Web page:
Can you ditch bad habits?

Posted on 13 December 2019

Seemingly small, everyday habits can have a major effect on your health. Get a head start on making manageable changes – and reap the benefits.


PROBLEM: Being a couch potato

After a busy day at work, followed by household chores, making supper, looking after the kids and pets, the only thing you really want to do is slouch on the couch with the TV remote in your hand. Exercise? Who has the energy for that?


Start small. You don’t have to spend hours in a gym – or force yourself into a strict, complicated regimen to reap rewards. Ten minutes of gentle activity is better than no activity, and easing into it means you’ll avoid the risk of injury. You’ll feel more confident about your abilities as you gradually build your fitness levels. Expecting too much, too soon only leads to frustration. Rather be realistic about your fitness goals. Aim for 150 minutes of moderate-intensity (a brisk walk, ballroom dancing) or 75 minutes of vigorous-intensity (swimming, boxing, running, soccer) exercise every week, broken into 10-minute chunks.


“Regular exercise helps prevent or manage many health problems and concerns, including stroke, metabolic syndrome, high blood pressure, Type 2 diabetes, arthritis and many types of cancer,” says Dr Nic Batev, a general practitioner at Mediclinic Highveld. Need more motivation? Exercise slows the ageing process on a cellular level and can ease symptoms of anxiety or depression.





PROBLEM: Smoking

When nicotine unlocks the nicotine receptors in your brain, a feel-good chemical called dopamine is released. However, this “buzz” doesn’t last long and within a short space of time, you’re craving another cigarette. Nicotine addiction is a physical chemical addiction that causes unpleasant withdrawal symptoms. If you’re an addict, you know the drill: whether it’s finishing a meal, taking a break from your desk, having coffee or talking on the phone, certain triggers can spark a strong urge to smoke.


Think of all the reasons you want to quit. Identify your triggers – and have a plan in place to occupy yourself when the short, intense craving hits. Consider getting help – various Nicotine Replacement Therapies (NRTs) such as gum, patches and sprays exist to ease your transition to non-smoker. Support from friends, family and online groups also helps.


Within days of quitting your heart rate will drop and carbon monoxide and oxygen levels in your blood will return to normal. Within weeks, your lung function improves and your risk of heart attack is reduced. You’ll also experience less coughing and shortness of breath.


PROBLEM: Drinking too much

You certainly don’t think you’re an alcoholic, yet every social engagement involves drinks – beers after work with your colleagues, shooters at a club on weekends, or a few glasses of wine with supper. Although your drinking doesn’t affect your work performance – or your personal relationships – you might find you can’t imagine having a good time without a glass in your hand. Perhaps you’re tired of feeling tired every morning after a night out? Or are realising that you need more alcohol to achieve the effect you’re after?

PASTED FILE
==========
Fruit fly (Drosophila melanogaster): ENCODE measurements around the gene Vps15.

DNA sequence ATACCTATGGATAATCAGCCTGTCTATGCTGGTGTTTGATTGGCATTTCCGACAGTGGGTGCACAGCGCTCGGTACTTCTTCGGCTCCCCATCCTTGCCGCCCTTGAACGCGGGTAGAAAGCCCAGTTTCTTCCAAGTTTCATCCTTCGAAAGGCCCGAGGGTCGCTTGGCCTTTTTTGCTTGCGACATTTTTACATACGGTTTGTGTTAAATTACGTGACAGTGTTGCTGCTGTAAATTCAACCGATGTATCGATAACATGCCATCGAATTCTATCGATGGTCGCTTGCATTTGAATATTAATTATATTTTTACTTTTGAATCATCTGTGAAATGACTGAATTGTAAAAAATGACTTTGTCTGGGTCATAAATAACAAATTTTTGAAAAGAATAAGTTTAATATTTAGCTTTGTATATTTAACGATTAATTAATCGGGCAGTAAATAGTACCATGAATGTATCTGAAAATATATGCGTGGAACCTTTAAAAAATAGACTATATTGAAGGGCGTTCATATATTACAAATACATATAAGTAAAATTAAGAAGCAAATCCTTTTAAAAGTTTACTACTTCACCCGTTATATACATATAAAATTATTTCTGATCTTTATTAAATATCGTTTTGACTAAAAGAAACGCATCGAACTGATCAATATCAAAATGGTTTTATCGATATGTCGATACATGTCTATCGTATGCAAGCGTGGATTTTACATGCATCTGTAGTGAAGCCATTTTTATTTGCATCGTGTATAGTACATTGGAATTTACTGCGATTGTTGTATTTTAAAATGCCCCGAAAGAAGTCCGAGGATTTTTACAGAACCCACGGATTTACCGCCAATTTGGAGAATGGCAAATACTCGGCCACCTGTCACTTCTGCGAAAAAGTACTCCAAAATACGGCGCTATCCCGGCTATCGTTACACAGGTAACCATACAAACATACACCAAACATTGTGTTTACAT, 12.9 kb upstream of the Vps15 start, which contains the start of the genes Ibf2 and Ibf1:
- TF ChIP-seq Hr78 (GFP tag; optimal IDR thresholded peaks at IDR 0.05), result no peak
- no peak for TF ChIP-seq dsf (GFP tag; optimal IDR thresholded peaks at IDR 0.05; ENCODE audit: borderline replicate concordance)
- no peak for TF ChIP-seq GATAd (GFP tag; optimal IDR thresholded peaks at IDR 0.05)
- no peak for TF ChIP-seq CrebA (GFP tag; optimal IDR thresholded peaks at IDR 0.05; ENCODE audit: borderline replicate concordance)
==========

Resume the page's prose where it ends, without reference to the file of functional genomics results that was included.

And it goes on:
Think through your week to see if you have a specific drinking routine or habit. If yes, commit to finding a substitute for it. Could an after-work walk with teammates replace afterwork drinks? Choose a pleasant substitution for your standard tipple – like iced tea or a fruit smoothie. Start keeping note of how many units you’re drinking. Being mindful of alcohol consumption goes a long way towards cutting down.


“The less you drink the lower your overall risk of developing health problems including liver cirrhosis, stroke, mouth cancer, breast cancer, heart disease and sexual dysfunction,” says Dr Batev. You’ll also sleep better, look better and feel better.


PROBLEM: Avoiding health screenings

The issue can be twofold. Either you feel 100% healthy and don’t see the need for your annual check-up and age appropriate screening tests; or you have a niggling health concern and you’d rather not know that it’s a serious condition. Other common excuses include: “I don’t have time,” “It’s difficult to get an appointment” and “I’ll go next year.”


See your annual health checks and necessary screenings as an investment in your future. At the beginning of each year, schedule the necessary appointments. Remember, health checks and screenings offers the opportunity to examine your lifestyle to see what improvements can be made, in consultation with a healthcare professional.


“Regular health checkups are essential because they help identify potential problems at an early stage,” says Dr Batev. “In critical cases like cancer, early diagnosis can be the difference between a cure and a long-drawn battle. In addition, catching high blood sugar levels or high blood pressure early – and taking action – can significantly slash your risk for diabetes and/or cardiovascular disease.”



“When battling bad habits, it’s easy to judge yourself harshly if you slip back into old routines,” says Durban-based clinical psychologist Dr Sherona Rawat. Whenever that happens, finish the sentence with “but”. For example: “I drank too much last night, but I’m working on cutting down.” As Dr Rawat adds, being kind to yourself gives you more impetus to continue with your good intentions.

Published in Healthy Life

In the interest of our patients, in accordance with SA law and our commitment to expertise, Mediclinic cannot subscribe to the practice of online diagnosis. Please consult a medical professional for specific medical advice. If you have any major concerns, please see your doctor for an assessment. If you have any cause for concern, your GP will be able to direct you to the appropriate specialists.

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